And then today, I received a note back from one of those agents. She said she enjoyed my writing and was very taken with the first chapter, with the woman she thought was the protagonist, but then she laid in to me . . . kindly but honestly.

I couldn’t decide whether to laugh or cry. Her primary problem with the book was almost to the word what my little voice has been telling me and I’ve been ignoring. I’ve ignored it because I put so much of my heart and soul into this book and the idea of reworking it again is overwhelming. I’ve already started plotting and developing characters for a new novel (Notice that this time I’m plotting first. Brilliant idea, huh?)

Another agent may come back and offer representation for novel #1. Or may come back and say if you make these changes, I’ll take another look at it. That is what the agent I heard from today said. “If you choose to revise this, I’d happily read it again.”

I’ve known for awhile that if I want to make this novel the best that it can be, I needed to pull out the scissors and knives once again. I know where the surgery needs to be done.

Is it crazy to go back when you’ve already gone forward? In this case, I don’t think so.

Now I’ve got to go. There’s killing to be done.


I write about daily life, arts & culture, food, books, nature, animals, parenting, relationships, self-discovery, & more.

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18 thoughts on “Bang, Bang. You’re Dead.

  1. I don’t think it’s crazy to go back at all. I think it’s totally worth it. The question, I think, would be, can you spend more time revising…AGAIN? Sometimes, it’s too easy to get sick of characters and stories. But, if you’re not sick of them and the story is calling to you, and hell, agents are INTERESTED??? What I wouldn’t give for an interested agent! I’m so excited for you! I think you have so much potential, and I have no doubt you’re going to rock the world with your words! Great post!

    1. I think that I’m beginning to feel excited about my old characters. It has been several months since I’ve visited with them so maybe it is time. Thanks for your kind words.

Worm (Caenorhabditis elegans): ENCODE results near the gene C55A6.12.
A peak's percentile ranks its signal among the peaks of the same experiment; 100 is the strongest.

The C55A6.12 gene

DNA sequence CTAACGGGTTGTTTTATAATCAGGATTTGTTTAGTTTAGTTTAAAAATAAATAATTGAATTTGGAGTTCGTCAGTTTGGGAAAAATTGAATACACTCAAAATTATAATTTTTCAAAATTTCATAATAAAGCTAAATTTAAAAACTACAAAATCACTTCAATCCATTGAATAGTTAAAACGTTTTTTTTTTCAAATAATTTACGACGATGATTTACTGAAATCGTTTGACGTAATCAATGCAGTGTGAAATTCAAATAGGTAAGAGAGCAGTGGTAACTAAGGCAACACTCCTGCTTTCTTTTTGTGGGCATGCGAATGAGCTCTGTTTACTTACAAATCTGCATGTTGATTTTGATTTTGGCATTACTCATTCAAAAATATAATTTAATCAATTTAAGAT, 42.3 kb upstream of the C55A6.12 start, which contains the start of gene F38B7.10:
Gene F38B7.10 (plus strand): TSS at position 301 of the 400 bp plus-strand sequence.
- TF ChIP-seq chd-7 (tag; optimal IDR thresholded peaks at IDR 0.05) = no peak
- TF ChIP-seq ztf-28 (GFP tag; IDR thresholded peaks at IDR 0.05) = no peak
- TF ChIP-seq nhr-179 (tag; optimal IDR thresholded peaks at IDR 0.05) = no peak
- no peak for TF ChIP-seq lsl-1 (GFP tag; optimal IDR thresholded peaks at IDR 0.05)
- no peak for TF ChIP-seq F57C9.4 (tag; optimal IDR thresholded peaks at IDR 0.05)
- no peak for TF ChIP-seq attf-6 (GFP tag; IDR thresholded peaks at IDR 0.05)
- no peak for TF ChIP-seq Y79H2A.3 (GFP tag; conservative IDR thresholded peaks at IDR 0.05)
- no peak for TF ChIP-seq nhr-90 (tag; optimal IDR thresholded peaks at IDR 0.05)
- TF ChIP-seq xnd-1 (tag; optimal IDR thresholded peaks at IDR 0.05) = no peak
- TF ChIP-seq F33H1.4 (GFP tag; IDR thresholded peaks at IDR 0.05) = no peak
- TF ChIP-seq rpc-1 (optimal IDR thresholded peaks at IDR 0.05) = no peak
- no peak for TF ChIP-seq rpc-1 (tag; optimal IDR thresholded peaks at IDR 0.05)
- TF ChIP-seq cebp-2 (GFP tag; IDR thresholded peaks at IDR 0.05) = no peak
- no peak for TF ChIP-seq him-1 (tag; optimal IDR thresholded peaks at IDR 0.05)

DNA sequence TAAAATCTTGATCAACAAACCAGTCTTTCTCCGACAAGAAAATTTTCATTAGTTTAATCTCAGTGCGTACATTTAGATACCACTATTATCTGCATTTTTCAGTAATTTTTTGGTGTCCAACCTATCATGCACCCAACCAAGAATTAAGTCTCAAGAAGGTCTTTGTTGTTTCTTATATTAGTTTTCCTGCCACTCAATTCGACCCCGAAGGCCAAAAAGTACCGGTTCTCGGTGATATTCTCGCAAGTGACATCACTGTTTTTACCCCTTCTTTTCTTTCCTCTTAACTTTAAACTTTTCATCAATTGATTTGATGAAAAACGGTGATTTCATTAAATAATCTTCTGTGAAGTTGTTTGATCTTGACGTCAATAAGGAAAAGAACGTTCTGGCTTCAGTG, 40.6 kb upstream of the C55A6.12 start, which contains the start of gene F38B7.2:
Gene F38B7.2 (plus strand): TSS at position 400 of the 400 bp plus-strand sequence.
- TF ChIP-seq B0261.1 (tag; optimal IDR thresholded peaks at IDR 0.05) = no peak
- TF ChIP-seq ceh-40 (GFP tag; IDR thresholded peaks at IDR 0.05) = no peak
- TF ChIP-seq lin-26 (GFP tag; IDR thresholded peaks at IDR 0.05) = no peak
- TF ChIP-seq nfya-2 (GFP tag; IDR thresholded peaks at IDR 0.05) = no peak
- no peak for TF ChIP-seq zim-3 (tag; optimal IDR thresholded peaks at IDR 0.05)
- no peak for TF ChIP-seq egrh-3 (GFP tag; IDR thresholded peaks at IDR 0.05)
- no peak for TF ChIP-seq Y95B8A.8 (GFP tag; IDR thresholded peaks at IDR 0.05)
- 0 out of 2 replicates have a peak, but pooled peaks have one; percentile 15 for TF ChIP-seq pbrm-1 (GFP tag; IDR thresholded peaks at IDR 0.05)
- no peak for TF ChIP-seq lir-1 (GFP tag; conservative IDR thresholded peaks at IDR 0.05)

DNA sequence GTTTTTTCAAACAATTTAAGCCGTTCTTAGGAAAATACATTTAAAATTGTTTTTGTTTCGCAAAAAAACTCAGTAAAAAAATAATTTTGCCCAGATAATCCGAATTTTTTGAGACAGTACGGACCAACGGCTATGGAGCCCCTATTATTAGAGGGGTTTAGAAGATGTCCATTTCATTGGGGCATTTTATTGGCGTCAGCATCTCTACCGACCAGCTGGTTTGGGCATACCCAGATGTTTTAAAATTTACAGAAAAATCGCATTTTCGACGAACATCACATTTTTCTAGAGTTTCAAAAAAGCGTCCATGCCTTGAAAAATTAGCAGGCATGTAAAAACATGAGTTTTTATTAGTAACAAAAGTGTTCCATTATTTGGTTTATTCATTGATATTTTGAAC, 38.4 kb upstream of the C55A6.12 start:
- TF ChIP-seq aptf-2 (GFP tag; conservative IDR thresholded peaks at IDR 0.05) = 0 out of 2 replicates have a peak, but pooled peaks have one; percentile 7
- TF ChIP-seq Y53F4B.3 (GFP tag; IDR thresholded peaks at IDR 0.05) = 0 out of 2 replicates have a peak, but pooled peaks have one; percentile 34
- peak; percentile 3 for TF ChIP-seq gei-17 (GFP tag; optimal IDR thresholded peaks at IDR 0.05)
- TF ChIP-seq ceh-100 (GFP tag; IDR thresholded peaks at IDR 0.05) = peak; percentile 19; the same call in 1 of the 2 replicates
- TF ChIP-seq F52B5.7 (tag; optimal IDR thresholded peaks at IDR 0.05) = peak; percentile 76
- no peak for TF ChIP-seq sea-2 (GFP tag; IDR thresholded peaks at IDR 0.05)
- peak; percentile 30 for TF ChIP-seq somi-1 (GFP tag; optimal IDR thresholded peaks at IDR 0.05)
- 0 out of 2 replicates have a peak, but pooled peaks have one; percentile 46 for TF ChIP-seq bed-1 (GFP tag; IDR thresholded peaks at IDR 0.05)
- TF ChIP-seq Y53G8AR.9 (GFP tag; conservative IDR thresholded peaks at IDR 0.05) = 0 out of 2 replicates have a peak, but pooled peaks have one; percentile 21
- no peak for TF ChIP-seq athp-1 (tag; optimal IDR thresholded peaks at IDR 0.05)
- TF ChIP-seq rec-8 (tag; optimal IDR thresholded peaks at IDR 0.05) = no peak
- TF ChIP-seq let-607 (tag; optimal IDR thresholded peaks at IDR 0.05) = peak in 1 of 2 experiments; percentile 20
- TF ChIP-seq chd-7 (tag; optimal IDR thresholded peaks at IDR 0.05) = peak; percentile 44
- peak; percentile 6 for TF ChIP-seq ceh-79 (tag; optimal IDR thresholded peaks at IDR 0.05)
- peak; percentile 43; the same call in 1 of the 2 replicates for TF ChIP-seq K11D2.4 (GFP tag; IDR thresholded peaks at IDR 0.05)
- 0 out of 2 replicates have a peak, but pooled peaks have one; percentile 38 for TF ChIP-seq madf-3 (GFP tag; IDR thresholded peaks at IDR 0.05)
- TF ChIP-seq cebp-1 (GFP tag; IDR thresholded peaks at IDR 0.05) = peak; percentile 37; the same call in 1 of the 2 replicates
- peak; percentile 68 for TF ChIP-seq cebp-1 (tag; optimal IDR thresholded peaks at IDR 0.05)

2. Hi Sara,

    I love your blog! It cheers me up when I see there’s a new post. It’s awesome that you’re doing so much writing, and I salute you for pushing on with your novel in the direction that feels right to you.

  3. Great article, Sara. Your journey sounds exactly like mine. An editor once told me do not micro-edit (meaning fix up those sentences) until the very last step because it will be harder to murder those beautiful sentences when they need to be cut.

    I revised a novel for Carina Press last year after receiving very specific feedback, but still they felt the novel needed more internal conflict between the hero and heroine. I decided to move on to another project since that novel was my first book and I thought I needed to start fresh.

    I think editors expect that we will revise our work, so no I don’t think it’s crazy to keep working on your novel. The other day an idea came to me on how to create that needed conflict, so perhaps this year I’ll put a couple months into yet another revision, probably number 15 or so.

    I don’t look at it as time wasted, this is a huge learning experience. The only way for us to learn it, is to keep writing and revising!

    1. It is without a doubt a huge learning experience. I love the editor’s comment about micro-editing too early. It is so true. Good luck with your writing and thanks for commenting here.

  4. Pretend that you are a vicious serial killer out to end the life of every precious darling that doesn’t add value to the story. Kill, kill, kill… when you are knee deep in dead little darlings, the book may be just what you wanted. It is all about perspective.

    it is wise the let a manuscript sit for 6 to 8 weeks before you get in serial killer mode. You enter the story from a fresh point of view. Then you find those precious little darlings….

  5. Very well put Sara! I don’t think most people realize the blood, sweat and tears that goes into the writing process. It sounds like you’re almost “home”. Go for the finish line!

  6. Oh, I hear you, Sara! Like you, I’ve spent a long time writing, editing, rewriting the same first novel. I’ve not actually queried it yet. But I did receive peer feedback that made me shove it into the bottom drawer (sobbing). I’ve now moved on to something else.

    1. So many of us have been there. My first attempt at a novel was so bad that I banished it into a bottom drawer and didn’t write fiction again for years. Then, I pulled it out, skimmed it (too painful to read all the way through) and salvaged my favorite character and bits of her story to begin the novel I spoke of in this post. It is hard work figuring out how to tell a complex story in a way that appeals to others. All I say is keep it in the bottom drawer; one day you might be able to glean from it or simply be able to say: that’s the first novel I wrote, the one that came before my blockbuster! 🙂

So what do you think?